President Donald Trump and Democratic presidential hopeful Sen. Elizabeth Warren have the same idea about the dollar, and it is very bad.
Both Trump and Warren would like to see the United States intervene in global currency markets to weaken the US dollar. Both say this would help US workers by making Americans exports cheaper, as foreign currencies would be able to buy more dollar denominated goods for less.
For Trump, this move would help to accomplish one of his most precious but pointless goals— lowering the US trade deficit. According to the Wall Street Journal, Trump has floated the idea to his advisers who have so far ruled it out.
Warren expressed her desire to weaken the dollar in her US Jobs plan released back in June. She — like economist Robert E. Scott, who wrote in support of this proposal in the New York Times— believes that the strong dollar has made US exports too expensive and thus uncompetitive. That's why you see factories moving overseas, so that they can produce cheaper goods for foreign buyers.
Scott argues other countries were able to entice blue collar jobs away from the US thanks to the strength of the dollar, and then they pressed this advantage by manipulating their currencies lower.
The economist also complains that the strength of the dollar has attracted investors who then buy the currency. This flood of private and foreign capital to US dollars and assets, he calls "currency misalignment."
Others call this a market.
One of the reasons an investor would buy the US dollar over, say, the Thai baht, is because it's a global reserve currency — central banks hold it. They hold it because it's trustworthy — so far we haven't had a tin pot dictator run around manipulating its value. That trust is ultimately what makes the dollar so liquid, which investors love. In this way, the dollar's stability is important for the entire world, not just the US.
"Foreigners buy US stocks and bonds (which are denominated in US dollars, of course) because they believe these financial assets (and the currency in which they are denominated) are not going to be randomly manipulated by some impulsive and unprofessional government," Carnegie Mellon economist Lee Branstetter told Business Insider via email.
"If the US sought to systematically manipulate the value of its currency, that could negatively impact the home currency returns received by foreigners investing in our assets. A cheapening dollar makes U.S. stocks a less attractive investment. Foreigners would think twice about investing in our assets if any capital inflow that drove the dollar up was met with an attempt by the US government to push the dollar back down."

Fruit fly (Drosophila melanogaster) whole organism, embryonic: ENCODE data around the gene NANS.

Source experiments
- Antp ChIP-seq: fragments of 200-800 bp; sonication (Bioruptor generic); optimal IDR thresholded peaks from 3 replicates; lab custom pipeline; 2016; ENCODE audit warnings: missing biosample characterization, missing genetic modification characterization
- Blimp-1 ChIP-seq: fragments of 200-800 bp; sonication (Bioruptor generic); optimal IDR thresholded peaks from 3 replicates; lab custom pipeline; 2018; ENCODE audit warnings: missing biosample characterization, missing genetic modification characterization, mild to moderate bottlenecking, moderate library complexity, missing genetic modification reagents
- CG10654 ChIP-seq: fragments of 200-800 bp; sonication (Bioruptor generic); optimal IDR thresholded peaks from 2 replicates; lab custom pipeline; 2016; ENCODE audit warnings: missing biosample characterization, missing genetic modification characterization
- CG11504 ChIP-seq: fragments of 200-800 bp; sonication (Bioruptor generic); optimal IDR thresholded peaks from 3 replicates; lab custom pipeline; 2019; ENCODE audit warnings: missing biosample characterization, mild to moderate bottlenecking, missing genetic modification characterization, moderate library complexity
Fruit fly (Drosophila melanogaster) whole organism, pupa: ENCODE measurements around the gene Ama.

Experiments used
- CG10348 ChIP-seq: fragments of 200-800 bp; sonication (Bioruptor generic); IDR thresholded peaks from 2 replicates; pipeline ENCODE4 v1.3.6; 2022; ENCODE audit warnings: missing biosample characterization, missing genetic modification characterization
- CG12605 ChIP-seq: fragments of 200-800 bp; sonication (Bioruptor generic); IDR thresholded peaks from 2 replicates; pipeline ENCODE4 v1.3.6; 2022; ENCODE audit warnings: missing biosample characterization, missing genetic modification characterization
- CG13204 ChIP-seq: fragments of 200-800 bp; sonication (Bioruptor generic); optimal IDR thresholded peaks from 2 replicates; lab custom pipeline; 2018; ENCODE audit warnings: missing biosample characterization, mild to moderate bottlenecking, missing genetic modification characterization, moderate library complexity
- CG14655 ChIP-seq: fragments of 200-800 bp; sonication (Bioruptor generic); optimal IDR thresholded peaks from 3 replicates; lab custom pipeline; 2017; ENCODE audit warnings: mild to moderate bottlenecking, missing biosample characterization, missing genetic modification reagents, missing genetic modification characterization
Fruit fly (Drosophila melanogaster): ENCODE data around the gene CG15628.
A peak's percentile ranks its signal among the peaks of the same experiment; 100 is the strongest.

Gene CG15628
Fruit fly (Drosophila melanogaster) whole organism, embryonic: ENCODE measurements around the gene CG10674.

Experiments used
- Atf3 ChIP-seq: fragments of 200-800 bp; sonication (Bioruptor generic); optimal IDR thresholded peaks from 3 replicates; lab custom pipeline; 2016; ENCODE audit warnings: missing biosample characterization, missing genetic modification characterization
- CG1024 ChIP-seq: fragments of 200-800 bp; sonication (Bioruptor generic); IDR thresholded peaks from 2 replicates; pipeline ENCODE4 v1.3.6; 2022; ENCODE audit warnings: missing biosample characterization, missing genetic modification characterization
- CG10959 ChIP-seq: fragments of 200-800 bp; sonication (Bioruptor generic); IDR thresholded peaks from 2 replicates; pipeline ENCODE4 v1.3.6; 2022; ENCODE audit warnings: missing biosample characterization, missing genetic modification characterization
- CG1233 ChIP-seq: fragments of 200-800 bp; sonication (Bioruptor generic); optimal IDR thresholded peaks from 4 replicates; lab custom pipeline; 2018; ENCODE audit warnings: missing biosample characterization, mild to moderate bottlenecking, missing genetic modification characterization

A weaker dollar would also cause a slew of other headaches from making it more difficult to pay down the national debt to increasing mortgage rates.
On top of all of this is the question of how we'd move to dollar lower. One way is to just lower interest rates, which the Federal Reserve has been doing. That doesn't seem to be working fast enough for President Trump, though, which means he may use the the 1934 Gold Reserve Act to intervene in the market by selling dollars. A lot of dollars.
"Since we print our dollars, we could, in principle, print so freaking many that their price goes down," Branstetter continued. "If implemented, it could literally cost us tens of trillions of dollars in lost wealth."
The Xi factor
And right now, in the middle of a trade war with China and with central banks working feverishly to ward off deflation, there are even more pressing complications that would come with weakening the dollar. Namely, kicking off a race to the bottom.
Thanks in some part to Trump's trade war the Chinese economy is weakening. For the first time in 3 years producer prices fell in August. That means manufacturing profits will fall. At the same time, the country is going through a pork shortage that is pushing consumer prices up. Targeted government stimulus measures haven't been doing enough to spur growth. It's a toxic mix.
A weaker economy means a weaker Chinese yuan, which has a peg that is set daily by the People's Bank of China (PBOC). And as the economy slows prices in China are falling. All of this is acting as a deflationary force that China can export to the rest of the world.
We've worried about this before. Back in the beginning of 2016 — as all of the world's elites gathered at the World Economic Forum in Davos to worry about their money— China's economy was puking. Money was leaving the country hand over fist and this was pushing the yuan down.
"I think the Chinese situation with the currency is very important. Very important," Ray Dalio, the billionaire founder of the world's biggest hedge fund, said at the time. "If there is significant currency weakness for the Yuan that will mean more imported deflation and it will make things more difficult."
Because the dollar is in such high demand as a reserve currency, to move it down one would have to make a massive intervention in markets. Even then, though, economists think that it could very well only less ubiquitous, emerging market currencies.
China — currently in the throes of a swiftly weakening economy — could just respond to a weaker dollar by setting its peg lower. This would then kick off a race to the bottom with the US and China weakening their respective currencies back and forth.
Now of course there are limits to what China would do. Set the peg too weak and money will start to leave China like it did back in 2016. That kind of capital flight could set the yuan heading down too rapidly for the PBOC's taste. But on the other hand China needs to sell exports.
So if the US starts a race, China may want to finish it.